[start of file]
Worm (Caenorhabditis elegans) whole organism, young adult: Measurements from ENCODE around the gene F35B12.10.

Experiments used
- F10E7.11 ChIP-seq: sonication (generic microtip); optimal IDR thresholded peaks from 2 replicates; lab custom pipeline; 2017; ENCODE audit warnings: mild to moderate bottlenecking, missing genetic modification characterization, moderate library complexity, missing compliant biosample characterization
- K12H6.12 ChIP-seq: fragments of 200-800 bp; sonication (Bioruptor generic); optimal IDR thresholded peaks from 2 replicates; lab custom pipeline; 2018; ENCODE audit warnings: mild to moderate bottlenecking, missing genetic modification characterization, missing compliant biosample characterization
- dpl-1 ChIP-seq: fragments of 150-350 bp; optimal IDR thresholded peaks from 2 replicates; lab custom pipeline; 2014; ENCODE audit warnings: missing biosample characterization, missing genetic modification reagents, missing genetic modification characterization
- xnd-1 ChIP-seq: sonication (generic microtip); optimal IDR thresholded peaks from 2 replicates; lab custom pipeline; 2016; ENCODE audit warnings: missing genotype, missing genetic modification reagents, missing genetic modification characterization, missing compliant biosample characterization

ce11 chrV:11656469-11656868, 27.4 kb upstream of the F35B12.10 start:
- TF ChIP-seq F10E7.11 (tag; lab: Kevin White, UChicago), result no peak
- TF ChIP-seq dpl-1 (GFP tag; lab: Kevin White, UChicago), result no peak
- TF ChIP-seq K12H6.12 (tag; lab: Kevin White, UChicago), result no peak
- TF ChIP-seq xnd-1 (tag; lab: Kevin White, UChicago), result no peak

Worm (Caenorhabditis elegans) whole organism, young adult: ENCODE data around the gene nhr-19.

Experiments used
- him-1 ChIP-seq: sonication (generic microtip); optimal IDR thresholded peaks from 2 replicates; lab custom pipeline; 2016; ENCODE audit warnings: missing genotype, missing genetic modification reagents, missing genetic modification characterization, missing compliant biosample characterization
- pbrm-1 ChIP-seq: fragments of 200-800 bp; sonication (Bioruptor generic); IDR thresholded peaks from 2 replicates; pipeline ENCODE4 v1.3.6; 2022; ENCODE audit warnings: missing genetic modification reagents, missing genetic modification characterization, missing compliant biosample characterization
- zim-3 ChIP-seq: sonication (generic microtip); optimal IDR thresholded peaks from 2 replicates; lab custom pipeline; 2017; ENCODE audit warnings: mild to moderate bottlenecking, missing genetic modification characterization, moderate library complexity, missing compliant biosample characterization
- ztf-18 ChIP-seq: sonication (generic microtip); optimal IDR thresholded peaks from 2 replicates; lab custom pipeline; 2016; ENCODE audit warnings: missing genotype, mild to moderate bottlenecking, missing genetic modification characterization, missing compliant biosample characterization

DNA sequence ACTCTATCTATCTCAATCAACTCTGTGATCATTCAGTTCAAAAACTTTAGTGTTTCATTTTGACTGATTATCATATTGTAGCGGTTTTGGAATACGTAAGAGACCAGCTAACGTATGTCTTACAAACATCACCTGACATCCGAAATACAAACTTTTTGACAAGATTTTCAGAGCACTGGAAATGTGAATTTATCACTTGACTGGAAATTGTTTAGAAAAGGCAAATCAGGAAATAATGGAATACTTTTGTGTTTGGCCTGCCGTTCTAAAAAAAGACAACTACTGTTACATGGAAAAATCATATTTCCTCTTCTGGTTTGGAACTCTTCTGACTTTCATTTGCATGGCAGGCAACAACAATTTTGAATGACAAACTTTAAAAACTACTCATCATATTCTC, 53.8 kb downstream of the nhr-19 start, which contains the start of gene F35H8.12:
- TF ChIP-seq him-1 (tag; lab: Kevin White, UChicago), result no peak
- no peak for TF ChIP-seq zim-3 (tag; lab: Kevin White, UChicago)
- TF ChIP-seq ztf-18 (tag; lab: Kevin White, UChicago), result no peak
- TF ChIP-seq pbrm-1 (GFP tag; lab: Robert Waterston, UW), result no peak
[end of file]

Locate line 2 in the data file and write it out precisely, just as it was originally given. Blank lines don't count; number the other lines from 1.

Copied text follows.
Experiments used